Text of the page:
Sunday, July 6, 2008

Classic DJ Systems

The evolution of the twin-deck DJ console really began in the sixties and took off properly in the seventies, continuing into the eighties and nineties when CD arrived and eventually took over. Two turntables are used so that when the record on turntable number 1 has finished turntable number 2 is started and another record can be played with no 'gap' between the two, hence the operator is known as a 'disc jockey' or DJ!

A control panel or 'mixer' allows the DJ to fade the volume between the two turntables and to listen to tracks on headphones to find the correct starting point before playing 'live' to the audience (this is known as pre-fade listen or PFL for short). There is also provision for a microphone and auxiliary inputs for tape decks etc. Some consoles have built in amplifiers and others can be plugged into external ones.

The same basic features are used on modern DJ consoles using CD or MP3 players but they are much more compact in size and far more sophisticated.

Turntables are still used by some DJs particularly for 'scratching' which is a term used for moving the record backwards and forwards in time to the beat to create an effect.

From 1977 this is an August MD1 disco unit with BSR turntables. All controls on the mixer are rotary, but sliders were used on some models by this time.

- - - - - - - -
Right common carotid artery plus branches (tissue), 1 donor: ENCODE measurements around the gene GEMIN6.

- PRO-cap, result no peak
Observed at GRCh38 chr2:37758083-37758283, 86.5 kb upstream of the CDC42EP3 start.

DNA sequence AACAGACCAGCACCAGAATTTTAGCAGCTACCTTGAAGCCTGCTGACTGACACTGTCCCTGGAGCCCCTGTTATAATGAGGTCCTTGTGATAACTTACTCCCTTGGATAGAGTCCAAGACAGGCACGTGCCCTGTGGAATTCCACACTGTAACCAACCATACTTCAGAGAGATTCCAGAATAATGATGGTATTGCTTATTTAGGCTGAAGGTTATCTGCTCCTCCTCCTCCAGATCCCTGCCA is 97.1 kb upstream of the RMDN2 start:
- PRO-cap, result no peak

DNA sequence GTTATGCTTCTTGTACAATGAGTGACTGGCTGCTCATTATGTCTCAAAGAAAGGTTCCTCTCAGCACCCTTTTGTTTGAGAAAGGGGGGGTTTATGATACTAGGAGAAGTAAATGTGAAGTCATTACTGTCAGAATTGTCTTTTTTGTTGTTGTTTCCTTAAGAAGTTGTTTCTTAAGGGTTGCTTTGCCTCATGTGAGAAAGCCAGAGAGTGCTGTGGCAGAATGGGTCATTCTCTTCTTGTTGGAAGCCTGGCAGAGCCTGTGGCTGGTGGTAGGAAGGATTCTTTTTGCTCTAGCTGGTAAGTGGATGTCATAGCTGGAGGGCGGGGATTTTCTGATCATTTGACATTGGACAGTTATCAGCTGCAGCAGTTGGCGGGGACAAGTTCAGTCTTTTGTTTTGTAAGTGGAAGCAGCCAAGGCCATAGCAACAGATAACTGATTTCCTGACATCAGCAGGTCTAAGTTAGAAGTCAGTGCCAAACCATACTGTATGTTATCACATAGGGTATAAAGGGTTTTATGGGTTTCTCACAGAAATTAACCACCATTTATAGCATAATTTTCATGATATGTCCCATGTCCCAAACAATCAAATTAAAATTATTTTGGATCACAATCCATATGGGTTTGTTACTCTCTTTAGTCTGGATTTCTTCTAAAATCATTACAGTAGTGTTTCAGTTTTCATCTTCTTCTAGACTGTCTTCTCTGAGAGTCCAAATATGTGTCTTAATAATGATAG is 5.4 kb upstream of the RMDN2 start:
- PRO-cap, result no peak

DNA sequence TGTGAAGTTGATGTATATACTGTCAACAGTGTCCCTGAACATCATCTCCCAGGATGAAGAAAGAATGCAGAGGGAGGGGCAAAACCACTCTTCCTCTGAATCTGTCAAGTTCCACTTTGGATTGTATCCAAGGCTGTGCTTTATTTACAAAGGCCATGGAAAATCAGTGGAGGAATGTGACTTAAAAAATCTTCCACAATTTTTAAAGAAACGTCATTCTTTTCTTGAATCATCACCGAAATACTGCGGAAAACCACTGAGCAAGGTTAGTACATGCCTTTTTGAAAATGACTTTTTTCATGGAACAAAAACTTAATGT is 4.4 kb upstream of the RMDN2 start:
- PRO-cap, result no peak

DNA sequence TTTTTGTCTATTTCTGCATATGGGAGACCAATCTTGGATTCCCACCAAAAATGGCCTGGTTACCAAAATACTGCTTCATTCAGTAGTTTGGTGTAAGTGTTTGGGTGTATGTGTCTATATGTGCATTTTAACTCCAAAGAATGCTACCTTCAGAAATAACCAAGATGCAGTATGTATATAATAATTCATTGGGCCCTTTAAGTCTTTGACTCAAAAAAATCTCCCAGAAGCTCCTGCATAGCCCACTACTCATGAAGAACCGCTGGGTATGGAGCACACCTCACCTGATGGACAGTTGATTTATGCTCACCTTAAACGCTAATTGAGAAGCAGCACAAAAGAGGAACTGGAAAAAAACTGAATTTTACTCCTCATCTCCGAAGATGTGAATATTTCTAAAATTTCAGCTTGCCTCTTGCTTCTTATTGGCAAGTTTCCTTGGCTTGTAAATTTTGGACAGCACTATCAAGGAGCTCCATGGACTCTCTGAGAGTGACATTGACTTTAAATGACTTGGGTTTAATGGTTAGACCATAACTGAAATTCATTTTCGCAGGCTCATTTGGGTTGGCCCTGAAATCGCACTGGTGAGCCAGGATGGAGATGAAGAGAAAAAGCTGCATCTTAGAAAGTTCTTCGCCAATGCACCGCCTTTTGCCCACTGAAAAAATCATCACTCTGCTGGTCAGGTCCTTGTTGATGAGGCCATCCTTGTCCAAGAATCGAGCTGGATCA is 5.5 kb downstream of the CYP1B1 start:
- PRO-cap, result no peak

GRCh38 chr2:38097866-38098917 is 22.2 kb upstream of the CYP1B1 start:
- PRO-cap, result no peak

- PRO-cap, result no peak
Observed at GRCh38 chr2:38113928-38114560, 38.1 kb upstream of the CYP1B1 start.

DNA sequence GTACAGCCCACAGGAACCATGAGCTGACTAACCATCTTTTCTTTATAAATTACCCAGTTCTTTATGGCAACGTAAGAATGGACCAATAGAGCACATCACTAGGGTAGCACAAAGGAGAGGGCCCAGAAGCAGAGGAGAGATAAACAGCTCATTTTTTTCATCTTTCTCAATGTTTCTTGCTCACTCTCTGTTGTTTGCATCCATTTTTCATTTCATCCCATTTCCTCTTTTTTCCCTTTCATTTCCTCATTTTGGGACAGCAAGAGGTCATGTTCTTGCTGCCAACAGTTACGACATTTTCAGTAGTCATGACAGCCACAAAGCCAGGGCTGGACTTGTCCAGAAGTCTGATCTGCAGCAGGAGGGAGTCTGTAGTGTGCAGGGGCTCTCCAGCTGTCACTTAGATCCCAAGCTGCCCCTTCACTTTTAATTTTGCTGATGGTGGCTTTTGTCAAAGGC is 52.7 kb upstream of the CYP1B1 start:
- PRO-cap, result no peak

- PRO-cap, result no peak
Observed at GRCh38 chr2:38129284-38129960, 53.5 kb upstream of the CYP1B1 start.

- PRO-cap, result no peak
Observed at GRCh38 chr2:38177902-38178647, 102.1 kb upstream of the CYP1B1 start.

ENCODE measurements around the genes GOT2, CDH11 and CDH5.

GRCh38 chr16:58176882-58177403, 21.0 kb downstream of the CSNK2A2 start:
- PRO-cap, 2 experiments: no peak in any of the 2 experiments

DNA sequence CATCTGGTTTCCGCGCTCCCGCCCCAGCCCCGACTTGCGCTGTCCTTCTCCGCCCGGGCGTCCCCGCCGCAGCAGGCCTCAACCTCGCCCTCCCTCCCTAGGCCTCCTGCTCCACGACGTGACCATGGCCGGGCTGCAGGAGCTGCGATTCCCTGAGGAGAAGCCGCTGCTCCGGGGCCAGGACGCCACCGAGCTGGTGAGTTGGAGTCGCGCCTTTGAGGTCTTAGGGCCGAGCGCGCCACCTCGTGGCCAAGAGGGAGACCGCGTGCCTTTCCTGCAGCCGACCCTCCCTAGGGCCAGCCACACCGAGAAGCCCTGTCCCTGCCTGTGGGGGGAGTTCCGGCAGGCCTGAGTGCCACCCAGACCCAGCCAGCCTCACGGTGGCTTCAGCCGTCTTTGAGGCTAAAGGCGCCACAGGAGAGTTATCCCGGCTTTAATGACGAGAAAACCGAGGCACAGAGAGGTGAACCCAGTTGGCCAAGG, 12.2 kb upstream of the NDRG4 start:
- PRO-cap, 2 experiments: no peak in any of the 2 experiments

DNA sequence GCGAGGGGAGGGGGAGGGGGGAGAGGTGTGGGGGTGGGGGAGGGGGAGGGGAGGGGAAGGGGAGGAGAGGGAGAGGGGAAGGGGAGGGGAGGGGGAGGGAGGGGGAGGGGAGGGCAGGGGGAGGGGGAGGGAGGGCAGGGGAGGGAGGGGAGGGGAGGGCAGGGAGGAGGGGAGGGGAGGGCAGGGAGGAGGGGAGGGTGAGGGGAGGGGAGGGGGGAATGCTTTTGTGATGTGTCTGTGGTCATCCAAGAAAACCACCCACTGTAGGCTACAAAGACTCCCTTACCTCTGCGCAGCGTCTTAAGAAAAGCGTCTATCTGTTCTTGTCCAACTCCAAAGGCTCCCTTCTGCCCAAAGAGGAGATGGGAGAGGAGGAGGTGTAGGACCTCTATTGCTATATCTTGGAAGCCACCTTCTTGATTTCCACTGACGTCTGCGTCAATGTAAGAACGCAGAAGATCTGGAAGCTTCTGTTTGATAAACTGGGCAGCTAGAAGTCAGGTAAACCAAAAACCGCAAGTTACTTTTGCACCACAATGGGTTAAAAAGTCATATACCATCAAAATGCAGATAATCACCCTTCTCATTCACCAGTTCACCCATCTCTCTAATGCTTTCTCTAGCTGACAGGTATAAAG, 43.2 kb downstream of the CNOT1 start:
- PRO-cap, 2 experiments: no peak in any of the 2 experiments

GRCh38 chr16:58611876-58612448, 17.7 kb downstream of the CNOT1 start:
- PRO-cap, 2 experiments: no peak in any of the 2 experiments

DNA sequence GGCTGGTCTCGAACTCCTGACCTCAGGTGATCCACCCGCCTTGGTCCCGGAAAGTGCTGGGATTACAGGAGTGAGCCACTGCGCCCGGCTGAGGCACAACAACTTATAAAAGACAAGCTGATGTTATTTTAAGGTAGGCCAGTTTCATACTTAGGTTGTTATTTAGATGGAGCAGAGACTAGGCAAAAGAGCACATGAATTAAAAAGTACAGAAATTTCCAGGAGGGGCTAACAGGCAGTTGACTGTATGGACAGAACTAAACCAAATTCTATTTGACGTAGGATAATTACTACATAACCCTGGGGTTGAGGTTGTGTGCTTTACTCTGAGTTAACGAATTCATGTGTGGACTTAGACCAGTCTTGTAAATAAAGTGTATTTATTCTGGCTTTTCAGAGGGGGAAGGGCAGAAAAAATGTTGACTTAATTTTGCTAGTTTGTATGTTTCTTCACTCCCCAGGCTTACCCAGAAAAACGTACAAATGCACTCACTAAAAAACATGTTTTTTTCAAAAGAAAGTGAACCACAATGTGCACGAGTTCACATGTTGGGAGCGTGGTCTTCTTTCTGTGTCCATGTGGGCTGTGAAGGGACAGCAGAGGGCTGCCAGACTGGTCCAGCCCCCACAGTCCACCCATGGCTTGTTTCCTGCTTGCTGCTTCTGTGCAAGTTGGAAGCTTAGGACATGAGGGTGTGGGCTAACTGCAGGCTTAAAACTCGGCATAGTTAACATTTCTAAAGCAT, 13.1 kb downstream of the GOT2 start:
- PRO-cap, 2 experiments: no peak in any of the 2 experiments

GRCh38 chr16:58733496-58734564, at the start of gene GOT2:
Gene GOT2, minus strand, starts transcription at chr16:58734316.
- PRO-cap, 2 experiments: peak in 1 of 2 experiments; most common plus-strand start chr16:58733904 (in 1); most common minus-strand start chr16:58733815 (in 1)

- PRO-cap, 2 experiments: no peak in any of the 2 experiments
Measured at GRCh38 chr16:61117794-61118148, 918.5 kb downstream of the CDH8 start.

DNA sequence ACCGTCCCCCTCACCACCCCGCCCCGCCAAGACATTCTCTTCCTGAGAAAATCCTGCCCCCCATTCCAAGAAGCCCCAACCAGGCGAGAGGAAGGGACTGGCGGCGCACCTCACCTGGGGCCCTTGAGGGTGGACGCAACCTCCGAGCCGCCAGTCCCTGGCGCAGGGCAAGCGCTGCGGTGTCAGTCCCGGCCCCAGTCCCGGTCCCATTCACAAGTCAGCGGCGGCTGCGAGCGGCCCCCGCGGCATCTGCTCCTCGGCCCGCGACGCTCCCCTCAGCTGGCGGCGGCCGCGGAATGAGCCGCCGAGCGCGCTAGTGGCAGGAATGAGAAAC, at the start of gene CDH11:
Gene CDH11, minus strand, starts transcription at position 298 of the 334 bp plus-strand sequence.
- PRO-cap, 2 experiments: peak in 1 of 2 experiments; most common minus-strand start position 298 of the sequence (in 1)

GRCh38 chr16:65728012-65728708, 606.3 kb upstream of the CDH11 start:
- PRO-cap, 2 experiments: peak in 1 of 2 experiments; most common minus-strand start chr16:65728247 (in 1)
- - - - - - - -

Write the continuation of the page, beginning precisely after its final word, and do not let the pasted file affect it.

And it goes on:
This is a FAL Stereo console from around 1980 with Garrard 'Disco Driver 80' turntables (which were based on the SP25 model). Most people will have been to a mobile disco where the DJ had something made by FAL they were the disco equivalent of Dansette and were known for their reliability and low cost in the seventies and eighties. The letters stood for 'Futuristic Aids Ltd' -not a brand name you would use nowadays!!

Citronic is a well respected name in professional audio and had a large range of products. This is an early 1980s Hawaii console with a rather nice wooden case. Once again Garrard turntables are fitted.

Another well known manufacturer who is still with us is Cloud Electronics. This is their 'Windsor' console from the late 1980s with vari-speed turntables which were useful for synchronising the speed of two tracks so that they mixed together with no audible 'join' (depending on the skill of the DJ).

Another one from the mid seventies, this was manufactured by SW Amplification and again rotary controls are used.together with BSR decks.

Yet another seventies model, this August CSD5 was a top of the range model with a high spec mixer, built in lights and Garrard SP25 decks with magnetic cartridges.

[Bedford Vintage Audio]

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